I'm quite interested in science. Quite interested; that means I like the pretty bits and the noisy bits. I'm fairly disinterested in the maths behind it all because my brain is far too feeble to start taking that lot in as well.
I think that knowing something about science helps to put things in perspective. Professor Stephen Hawkin puts forward some very sneaky stuff in his books, my favorite of those being the Brief History of Time.
Hawkin's small volume explains in some detail (without the dull bits) about particles and waves and black holes and dimensions and string theory and everything else, really. It even tells of God (but you have to read to the end).
There is a very interesting hypothesis in it, the name of which I can't remember, but basically it says that owing to the universe's expansion, the cleverer man gets at finding out about stuff, the further away it sneaks. Hawkin said that better than I did, so read the book if you haven't already.
So, if we had invented the astronomical space-mounted super-duper radioscope 100 years ago, we could possibly have collected information telling us how the universe (that's a word meaning everything) started from a bubble of nothing (that's the opposite of everything, nothing, a perfect vacuum, fuck all) about the size of a penny. It might have told us where the penny came from, too, that one has always eluded me. Or how nothing can be the size of anything. But, unluckily for us, and luckily for God, we only just invented the superscope and the bit we wanted to look at has snuck away just in time, to stop us knowing the answer to life, the universe, and everything.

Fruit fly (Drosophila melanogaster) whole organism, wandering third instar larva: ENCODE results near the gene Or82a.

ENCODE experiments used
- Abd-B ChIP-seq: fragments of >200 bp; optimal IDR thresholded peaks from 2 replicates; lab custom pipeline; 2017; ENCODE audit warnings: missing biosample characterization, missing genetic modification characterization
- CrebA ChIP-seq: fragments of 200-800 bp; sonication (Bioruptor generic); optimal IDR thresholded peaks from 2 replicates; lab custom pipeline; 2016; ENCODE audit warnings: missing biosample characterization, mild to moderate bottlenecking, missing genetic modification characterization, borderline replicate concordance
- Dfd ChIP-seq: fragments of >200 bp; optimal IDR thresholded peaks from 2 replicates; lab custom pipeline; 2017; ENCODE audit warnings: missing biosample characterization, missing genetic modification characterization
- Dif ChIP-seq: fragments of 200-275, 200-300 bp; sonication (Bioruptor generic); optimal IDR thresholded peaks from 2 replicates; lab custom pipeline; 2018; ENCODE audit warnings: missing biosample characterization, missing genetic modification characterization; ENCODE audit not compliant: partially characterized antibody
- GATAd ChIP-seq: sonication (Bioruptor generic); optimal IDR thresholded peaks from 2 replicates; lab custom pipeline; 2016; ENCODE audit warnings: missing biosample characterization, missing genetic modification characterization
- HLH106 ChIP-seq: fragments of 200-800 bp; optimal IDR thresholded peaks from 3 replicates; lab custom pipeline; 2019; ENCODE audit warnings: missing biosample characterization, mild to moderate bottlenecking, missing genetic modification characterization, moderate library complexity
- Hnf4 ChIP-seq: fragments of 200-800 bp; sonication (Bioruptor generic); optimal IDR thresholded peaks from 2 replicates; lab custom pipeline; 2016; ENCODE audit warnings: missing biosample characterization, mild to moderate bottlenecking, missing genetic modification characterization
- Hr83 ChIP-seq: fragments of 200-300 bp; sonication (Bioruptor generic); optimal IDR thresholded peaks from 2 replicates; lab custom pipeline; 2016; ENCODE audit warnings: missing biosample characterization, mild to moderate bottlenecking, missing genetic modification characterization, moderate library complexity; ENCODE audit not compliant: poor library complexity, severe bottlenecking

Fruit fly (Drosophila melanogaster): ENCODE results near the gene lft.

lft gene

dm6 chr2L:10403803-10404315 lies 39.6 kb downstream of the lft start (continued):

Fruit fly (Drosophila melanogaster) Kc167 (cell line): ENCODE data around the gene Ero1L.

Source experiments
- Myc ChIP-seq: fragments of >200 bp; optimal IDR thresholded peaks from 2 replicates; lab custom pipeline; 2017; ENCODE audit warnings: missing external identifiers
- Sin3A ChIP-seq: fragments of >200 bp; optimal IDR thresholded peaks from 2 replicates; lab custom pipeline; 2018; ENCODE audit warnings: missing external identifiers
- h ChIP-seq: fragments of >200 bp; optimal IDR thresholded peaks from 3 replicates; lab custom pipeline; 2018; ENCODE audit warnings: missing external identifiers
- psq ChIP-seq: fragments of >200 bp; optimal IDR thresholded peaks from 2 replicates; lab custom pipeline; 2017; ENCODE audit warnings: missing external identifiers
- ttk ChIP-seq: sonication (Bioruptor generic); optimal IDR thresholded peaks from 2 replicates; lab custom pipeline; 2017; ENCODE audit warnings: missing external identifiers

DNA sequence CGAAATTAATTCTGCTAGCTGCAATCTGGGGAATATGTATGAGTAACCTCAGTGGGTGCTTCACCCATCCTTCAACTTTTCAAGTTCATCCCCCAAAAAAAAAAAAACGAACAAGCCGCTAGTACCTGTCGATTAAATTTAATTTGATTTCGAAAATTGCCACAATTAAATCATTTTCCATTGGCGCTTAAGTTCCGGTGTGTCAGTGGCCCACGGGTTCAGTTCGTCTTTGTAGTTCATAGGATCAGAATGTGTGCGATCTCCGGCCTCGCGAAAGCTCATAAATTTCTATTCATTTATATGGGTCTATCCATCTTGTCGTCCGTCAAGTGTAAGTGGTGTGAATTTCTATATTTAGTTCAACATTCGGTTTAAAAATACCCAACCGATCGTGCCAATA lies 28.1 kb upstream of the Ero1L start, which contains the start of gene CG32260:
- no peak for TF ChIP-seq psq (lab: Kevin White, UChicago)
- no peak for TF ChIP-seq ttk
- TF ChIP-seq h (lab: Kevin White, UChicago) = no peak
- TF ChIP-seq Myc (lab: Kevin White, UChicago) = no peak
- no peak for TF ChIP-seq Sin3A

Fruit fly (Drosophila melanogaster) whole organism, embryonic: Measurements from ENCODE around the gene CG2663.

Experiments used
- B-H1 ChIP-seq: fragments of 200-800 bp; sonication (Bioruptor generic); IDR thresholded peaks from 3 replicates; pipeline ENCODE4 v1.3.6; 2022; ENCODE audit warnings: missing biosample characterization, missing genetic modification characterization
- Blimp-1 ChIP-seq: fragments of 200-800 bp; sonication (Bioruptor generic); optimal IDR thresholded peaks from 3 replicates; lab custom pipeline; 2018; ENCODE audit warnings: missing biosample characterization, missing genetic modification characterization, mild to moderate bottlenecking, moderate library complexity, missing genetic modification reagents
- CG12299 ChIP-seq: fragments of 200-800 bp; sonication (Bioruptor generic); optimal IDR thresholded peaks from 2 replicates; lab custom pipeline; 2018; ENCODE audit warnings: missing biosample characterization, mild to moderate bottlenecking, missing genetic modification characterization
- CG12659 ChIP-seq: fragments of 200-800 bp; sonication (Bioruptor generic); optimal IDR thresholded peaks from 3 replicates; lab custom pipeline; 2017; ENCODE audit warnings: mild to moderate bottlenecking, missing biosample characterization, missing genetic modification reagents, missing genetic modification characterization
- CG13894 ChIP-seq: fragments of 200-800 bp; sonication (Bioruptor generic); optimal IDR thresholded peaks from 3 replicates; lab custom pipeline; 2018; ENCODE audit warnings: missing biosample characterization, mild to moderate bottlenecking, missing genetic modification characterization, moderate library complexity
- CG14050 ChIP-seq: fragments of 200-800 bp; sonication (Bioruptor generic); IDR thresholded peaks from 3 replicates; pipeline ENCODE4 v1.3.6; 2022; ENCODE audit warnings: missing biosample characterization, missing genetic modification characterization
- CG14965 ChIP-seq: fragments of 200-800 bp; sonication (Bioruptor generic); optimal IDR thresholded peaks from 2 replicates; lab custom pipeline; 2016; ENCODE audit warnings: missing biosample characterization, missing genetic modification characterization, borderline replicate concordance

Fascinating. And what is even more sneaky is that the further away the expanded bit of universe gets, the faster it goes away. So fat, in fact, that the rules don't apply any more; the bit of universe farthest away from us but that we know exists is moving away at around twice the speed of light, and there is no reason to believe that as it gets further away still the faster it goes still, ad infinitum. It might beg the question "Did God had to change the rules as He went along?"
That boggles my mind - I don't know about yours.
So, yes, I am very interested in science.
But then it gets out of hand. Someone has decided to make a hole the size of Kent under half of Switzerland and a few other places. They have then diverted the efforts of a great many scientists in building a machine which, if you chuck particles round it fast enough (only around 185,000 miles a second though, not properly fast like the edges of the universe) and bang them into each other, might reveal another particle, a boson, which might give a clue to what happened millions and millions and millions of years ago, when the penny went BANG!
But then again, it might not.
If it does, it will be the next step in yet another journey at the end of which we may find that the goalposts have moved again. If, eventually, they can wallop the particles around accelerated to an energy of 14 TeV (Tera Electron-volts, or 14,000,000,000,000 Electron-volts) which sounds very impressive but is around the energy of motion of the fly buzzing round your head, a special kind of boson, called the Higgs boson (named after a bloke called Higgs), which will make another equation possible, then the rest of science can carry on looking for the next piece of the jigsaw.
Maybe. Not very likely.
Now, were this shebang, including scientists, money and effort, to be channelled into finding a cure for cancer, or to aid the starving in Africa, or something, I could see the point. But for this, I cannot.
And that boggles my mind, too.